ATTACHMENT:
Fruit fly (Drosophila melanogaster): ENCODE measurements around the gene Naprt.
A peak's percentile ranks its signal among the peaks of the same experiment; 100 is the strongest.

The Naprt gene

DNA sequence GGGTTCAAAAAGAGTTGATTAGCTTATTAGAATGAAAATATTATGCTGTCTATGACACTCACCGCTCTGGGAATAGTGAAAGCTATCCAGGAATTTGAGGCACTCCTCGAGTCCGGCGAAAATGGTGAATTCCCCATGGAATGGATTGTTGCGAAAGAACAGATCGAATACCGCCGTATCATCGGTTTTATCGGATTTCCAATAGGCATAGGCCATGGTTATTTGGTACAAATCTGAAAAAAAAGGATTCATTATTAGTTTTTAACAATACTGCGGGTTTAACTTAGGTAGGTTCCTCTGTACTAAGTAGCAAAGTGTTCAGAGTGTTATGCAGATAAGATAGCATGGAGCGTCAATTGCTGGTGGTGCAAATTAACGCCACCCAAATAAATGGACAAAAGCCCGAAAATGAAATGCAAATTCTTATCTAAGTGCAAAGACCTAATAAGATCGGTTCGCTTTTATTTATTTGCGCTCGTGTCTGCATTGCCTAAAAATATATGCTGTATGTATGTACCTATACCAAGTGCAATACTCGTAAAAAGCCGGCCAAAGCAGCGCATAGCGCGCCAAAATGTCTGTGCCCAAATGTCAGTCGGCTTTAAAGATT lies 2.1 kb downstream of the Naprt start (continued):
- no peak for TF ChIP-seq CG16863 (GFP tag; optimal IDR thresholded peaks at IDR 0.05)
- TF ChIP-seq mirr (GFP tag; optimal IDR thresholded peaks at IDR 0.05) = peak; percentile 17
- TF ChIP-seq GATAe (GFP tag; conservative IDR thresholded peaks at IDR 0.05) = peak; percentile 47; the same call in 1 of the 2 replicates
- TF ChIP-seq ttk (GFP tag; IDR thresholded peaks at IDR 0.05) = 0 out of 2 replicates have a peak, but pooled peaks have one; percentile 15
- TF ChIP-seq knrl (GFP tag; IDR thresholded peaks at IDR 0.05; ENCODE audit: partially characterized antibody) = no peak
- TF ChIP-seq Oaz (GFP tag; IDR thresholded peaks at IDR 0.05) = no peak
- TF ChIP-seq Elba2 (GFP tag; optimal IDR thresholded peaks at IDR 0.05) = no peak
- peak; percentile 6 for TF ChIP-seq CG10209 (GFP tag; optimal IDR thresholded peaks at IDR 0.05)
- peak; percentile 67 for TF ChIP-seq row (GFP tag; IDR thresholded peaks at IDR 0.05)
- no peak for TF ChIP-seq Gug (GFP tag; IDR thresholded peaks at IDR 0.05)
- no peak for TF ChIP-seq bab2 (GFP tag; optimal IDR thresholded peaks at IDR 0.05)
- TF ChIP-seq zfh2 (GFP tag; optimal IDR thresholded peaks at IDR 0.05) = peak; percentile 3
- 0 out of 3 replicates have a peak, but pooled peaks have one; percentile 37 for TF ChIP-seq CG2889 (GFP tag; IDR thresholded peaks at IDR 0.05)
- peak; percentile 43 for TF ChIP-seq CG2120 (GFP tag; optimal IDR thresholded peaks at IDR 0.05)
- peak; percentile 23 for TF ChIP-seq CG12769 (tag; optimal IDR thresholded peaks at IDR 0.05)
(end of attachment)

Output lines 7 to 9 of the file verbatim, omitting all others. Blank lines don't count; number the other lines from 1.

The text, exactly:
- TF ChIP-seq GATAe (GFP tag; conservative IDR thresholded peaks at IDR 0.05) = peak; percentile 47; the same call in 1 of the 2 replicates
- TF ChIP-seq ttk (GFP tag; IDR thresholded peaks at IDR 0.05) = 0 out of 2 replicates have a peak, but pooled peaks have one; percentile 15
- TF ChIP-seq knrl (GFP tag; IDR thresholded peaks at IDR 0.05; ENCODE audit: partially characterized antibody) = no peak